Featuring an all-star cast of voices headed by Meg Ryan and John Cusack,
Anastasia is packed with emotion, action, comedy, and better than
average vocal characterizations. Not to mention epic production numbers,
exquisite computer animation, and incredibly detailed background paintings.
The film is so rich with subtle references and clever adult-oriented humor
that I would almost recommend it for grown-ups more than children, but,
of course, there is plenty of juvenile hilarity to go around. Another great
element is the music, with a rich score by David Newman and several great
songs by Stephen Flaherty and Lynn Ahrens.
This is based (very loosely) on the true story of the grand dutchess
Anastasia of Russia, the youngest child of Tsar Nicholas Romanov, who was
executed along with the rest of his family by the Bolsheviks in 1917 during
the Russian Revolution. The real Anastasia was presumed dead for many years
as well, but evidence later suggested that the 8-year-old girl may have
escaped into anonymity. In this version, "Anya" (Ryan) turns up
at an orphanage, unaware of who she is because of a blow to the head suffered
during her escape. After coming of age and leaving the orphanage, she meets
up with a young man named Dimitri (Cusack), who, along with his friend Vladimir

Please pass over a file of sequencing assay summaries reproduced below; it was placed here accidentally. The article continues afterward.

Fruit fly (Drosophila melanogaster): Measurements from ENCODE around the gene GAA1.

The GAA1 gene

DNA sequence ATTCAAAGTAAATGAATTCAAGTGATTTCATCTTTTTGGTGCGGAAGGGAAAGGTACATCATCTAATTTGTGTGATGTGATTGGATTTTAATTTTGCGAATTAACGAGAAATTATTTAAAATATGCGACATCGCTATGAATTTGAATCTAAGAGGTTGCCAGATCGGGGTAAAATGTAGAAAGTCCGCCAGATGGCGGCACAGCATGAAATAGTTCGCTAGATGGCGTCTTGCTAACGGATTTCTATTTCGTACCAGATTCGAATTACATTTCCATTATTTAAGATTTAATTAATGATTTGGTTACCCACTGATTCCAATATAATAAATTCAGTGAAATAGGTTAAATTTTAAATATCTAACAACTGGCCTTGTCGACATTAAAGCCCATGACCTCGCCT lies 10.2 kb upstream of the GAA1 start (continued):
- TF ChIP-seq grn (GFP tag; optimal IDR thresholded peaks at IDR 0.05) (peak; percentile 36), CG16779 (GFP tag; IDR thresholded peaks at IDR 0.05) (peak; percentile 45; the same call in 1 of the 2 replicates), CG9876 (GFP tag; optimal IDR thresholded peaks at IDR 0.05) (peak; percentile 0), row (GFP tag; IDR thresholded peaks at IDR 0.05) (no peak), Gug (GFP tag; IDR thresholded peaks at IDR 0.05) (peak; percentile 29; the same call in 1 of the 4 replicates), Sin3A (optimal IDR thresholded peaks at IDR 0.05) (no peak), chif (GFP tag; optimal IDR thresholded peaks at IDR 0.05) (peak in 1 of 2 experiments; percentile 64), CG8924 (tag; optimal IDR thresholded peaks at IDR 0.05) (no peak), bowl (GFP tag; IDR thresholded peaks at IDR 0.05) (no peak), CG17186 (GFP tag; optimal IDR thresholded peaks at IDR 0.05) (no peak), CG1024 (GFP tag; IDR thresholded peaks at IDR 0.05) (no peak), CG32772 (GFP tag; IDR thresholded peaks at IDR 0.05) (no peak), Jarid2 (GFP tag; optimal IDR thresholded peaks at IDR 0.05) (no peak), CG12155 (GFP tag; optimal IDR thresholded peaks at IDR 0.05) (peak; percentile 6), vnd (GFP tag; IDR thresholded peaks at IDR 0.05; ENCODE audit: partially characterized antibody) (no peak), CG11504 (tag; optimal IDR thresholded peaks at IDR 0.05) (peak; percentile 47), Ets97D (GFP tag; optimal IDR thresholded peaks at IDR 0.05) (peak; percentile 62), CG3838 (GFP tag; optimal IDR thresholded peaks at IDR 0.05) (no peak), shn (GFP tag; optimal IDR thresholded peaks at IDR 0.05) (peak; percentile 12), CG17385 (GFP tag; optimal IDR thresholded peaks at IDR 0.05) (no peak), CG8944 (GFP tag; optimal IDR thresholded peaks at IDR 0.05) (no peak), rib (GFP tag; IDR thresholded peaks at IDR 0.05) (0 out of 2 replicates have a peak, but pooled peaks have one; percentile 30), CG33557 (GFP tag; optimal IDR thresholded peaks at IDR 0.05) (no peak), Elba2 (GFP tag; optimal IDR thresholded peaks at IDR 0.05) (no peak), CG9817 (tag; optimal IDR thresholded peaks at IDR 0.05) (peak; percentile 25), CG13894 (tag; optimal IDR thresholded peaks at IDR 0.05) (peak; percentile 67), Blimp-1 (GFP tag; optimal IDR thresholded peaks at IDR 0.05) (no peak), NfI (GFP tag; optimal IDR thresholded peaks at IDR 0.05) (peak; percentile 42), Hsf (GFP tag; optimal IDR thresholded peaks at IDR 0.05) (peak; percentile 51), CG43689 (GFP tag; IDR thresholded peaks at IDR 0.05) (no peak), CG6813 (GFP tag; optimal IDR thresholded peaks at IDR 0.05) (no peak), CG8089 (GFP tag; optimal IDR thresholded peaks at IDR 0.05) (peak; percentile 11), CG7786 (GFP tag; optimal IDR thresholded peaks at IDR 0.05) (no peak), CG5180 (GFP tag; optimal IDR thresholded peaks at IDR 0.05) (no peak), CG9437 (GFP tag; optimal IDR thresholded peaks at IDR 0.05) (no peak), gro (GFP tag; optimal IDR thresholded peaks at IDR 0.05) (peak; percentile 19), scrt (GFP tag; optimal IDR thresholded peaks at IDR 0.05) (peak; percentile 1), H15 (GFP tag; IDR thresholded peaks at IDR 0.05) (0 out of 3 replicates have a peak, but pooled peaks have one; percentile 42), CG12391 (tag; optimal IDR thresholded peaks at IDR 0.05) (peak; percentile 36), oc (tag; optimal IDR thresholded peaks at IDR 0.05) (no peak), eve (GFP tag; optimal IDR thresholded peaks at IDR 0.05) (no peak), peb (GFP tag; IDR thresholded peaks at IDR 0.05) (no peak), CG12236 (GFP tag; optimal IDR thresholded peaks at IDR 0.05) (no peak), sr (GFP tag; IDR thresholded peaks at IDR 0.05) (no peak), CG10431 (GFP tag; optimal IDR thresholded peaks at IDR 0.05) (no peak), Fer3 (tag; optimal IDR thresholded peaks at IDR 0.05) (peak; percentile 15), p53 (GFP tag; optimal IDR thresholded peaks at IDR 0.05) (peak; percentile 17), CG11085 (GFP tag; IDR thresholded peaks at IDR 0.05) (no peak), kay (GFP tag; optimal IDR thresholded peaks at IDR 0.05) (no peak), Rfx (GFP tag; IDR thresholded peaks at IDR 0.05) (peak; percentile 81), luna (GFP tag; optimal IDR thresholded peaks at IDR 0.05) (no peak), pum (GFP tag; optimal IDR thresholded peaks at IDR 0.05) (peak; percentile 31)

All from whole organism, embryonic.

(Kelsey Grammer), has been planning to train some young lass to "act"
like the long-missing grand dutchess. Then he would return her to the remaining
royal family, Anastasia's grandmother in Paris (Angela Lansbury), and collect
the substantial reward. Trouble is, others have tried to scam the wealthy
dowager before, and she's completly fed up. Still, Dimitri and Vladimir
convince Anya she's got nothing to lose, and before their long voyage from
St. Petersburg to Paris is over, Dimitri is convinced she's the real thing.
Meanwhile, the evil Rasputin (Christopher Lloyd), who has a grudge against
the Romanov family, has sold his soul for the power to "get" the
dutchess. He and his not-so-willing accomplice, a bat named Bartok (Hank
Azaria of The Simpsons fame), provide loads of comic relief, and
at times some real terror, to the plot. Azaria's voice characterization
is hilarious, reminiscent of a Tim Conway character from the old Carol
The one flaw I mentioned is that the character animation is a little
rough, as is the blend between traditional and computer generated artwork.
Close-up faces do not move quite as smoothly as Disney's, but this does
not have anything to do with technique or talent, it's about MONEY. Perhaps
the film could have used a few more frames per second, but that surely would
have added several zeros to the production cost. Obviously, most of this
picture's audience will not notice, since they are accustomed to the terrible
animation now prevalent on Saturday morning cartoons.
All in all, this is one of the best animated features I have ever seen, Disney or otherwise. Since it is based on a true story, and not loaded with talking animals or magic kitchenware, it has an adult feel, a simple reality. If you like animated features, or ever have, then absolutely do not miss this movie. *****
See Current Reviews
See FilmQuips Archive